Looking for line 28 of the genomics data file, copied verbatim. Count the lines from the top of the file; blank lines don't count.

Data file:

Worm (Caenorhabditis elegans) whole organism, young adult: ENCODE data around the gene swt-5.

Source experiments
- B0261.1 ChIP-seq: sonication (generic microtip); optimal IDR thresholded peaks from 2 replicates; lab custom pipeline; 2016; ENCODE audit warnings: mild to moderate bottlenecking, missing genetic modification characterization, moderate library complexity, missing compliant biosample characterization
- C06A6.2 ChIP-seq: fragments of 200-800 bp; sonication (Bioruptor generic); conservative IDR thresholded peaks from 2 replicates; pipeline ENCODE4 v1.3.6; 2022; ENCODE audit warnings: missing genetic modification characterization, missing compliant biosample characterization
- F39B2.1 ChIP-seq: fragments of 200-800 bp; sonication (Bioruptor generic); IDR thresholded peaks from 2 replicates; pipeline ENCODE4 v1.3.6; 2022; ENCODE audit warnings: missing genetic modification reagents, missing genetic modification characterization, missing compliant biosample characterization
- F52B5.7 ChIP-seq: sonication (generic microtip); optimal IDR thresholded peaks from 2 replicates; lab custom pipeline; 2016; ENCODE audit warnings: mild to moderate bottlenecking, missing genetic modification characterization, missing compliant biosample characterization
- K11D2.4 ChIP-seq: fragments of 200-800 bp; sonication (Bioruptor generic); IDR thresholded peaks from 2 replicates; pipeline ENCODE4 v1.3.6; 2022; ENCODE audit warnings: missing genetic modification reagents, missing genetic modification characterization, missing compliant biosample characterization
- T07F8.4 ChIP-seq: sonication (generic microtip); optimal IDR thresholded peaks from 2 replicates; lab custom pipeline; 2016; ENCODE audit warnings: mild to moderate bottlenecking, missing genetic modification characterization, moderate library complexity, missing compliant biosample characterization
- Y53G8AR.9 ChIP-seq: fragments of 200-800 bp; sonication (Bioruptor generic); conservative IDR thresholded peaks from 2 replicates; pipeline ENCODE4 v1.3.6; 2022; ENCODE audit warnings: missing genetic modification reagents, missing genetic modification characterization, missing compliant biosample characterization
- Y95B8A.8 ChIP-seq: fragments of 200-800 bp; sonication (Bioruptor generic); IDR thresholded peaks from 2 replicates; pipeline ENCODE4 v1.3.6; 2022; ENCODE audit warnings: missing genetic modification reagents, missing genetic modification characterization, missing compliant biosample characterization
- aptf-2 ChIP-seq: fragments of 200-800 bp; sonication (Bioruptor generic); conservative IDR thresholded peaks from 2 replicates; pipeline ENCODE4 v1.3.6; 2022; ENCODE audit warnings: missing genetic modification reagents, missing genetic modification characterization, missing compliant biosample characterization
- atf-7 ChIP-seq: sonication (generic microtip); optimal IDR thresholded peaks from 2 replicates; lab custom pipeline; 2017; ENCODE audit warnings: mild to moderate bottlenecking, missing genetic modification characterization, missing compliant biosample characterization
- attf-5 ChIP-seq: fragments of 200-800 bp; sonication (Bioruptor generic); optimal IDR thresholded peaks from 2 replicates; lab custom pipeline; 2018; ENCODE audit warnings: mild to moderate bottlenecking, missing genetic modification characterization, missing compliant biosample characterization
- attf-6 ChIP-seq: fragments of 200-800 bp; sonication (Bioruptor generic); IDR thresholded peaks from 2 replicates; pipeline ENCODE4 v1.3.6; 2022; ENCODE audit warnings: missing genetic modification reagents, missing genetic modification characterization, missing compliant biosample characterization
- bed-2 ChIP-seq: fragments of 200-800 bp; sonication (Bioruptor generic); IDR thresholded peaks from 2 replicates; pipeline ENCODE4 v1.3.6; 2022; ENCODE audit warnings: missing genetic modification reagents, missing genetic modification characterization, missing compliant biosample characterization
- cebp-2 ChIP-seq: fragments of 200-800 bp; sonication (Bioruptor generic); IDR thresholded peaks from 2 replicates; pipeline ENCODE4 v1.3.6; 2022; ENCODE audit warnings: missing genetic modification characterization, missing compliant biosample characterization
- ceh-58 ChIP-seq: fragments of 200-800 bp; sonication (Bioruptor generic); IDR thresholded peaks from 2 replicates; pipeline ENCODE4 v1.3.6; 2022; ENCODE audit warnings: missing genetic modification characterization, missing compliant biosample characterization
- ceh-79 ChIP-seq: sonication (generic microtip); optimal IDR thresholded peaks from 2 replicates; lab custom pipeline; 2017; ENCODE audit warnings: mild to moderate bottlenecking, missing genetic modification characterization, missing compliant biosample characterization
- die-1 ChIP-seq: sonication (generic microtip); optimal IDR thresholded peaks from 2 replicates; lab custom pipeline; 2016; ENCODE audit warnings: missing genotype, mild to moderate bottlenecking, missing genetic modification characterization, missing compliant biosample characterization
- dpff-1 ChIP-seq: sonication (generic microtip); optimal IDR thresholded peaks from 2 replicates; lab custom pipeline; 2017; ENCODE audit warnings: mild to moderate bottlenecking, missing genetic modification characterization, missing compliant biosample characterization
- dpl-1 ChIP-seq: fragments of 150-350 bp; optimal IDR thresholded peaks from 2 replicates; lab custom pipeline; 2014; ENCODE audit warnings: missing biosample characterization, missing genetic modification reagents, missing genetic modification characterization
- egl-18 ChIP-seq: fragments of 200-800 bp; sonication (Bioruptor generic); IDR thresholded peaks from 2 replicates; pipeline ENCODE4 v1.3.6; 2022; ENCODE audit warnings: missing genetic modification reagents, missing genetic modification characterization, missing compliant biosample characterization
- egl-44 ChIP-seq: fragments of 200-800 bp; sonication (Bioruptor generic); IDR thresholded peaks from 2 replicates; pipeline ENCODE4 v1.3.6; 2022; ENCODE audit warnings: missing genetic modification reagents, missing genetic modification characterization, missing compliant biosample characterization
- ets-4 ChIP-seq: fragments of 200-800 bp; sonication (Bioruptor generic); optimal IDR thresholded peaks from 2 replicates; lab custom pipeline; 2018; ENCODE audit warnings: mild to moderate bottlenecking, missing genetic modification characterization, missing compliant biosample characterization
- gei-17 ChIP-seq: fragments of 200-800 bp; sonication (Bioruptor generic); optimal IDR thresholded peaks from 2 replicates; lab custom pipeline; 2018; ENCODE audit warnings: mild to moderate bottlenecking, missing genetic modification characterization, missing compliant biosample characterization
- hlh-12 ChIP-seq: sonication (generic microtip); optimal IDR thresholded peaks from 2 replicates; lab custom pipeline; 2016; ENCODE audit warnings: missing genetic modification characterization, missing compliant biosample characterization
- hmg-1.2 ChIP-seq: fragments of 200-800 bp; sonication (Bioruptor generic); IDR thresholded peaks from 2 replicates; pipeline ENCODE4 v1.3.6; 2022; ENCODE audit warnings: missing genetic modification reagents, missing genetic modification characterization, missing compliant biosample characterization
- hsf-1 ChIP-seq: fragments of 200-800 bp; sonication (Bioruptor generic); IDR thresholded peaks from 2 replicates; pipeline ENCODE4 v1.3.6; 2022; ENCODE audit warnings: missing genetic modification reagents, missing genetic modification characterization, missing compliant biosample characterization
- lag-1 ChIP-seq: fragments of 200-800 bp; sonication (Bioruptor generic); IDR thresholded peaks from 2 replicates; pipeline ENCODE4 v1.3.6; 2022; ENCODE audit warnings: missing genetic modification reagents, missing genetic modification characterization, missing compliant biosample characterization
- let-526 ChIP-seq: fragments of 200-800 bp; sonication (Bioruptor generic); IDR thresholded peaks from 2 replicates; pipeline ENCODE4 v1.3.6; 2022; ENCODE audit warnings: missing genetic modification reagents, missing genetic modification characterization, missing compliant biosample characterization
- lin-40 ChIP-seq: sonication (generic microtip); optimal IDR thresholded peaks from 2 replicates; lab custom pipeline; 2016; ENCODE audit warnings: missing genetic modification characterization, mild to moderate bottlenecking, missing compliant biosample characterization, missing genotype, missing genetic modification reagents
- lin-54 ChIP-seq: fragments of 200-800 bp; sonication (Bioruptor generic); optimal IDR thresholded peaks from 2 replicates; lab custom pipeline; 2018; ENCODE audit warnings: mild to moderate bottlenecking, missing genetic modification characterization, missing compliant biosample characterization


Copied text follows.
- hsf-1 ChIP-seq: fragments of 200-800 bp; sonication (Bioruptor generic); IDR thresholded peaks from 2 replicates; pipeline ENCODE4 v1.3.6; 2022; ENCODE audit warnings: missing genetic modification reagents, missing genetic modification characterization, missing compliant biosample characterization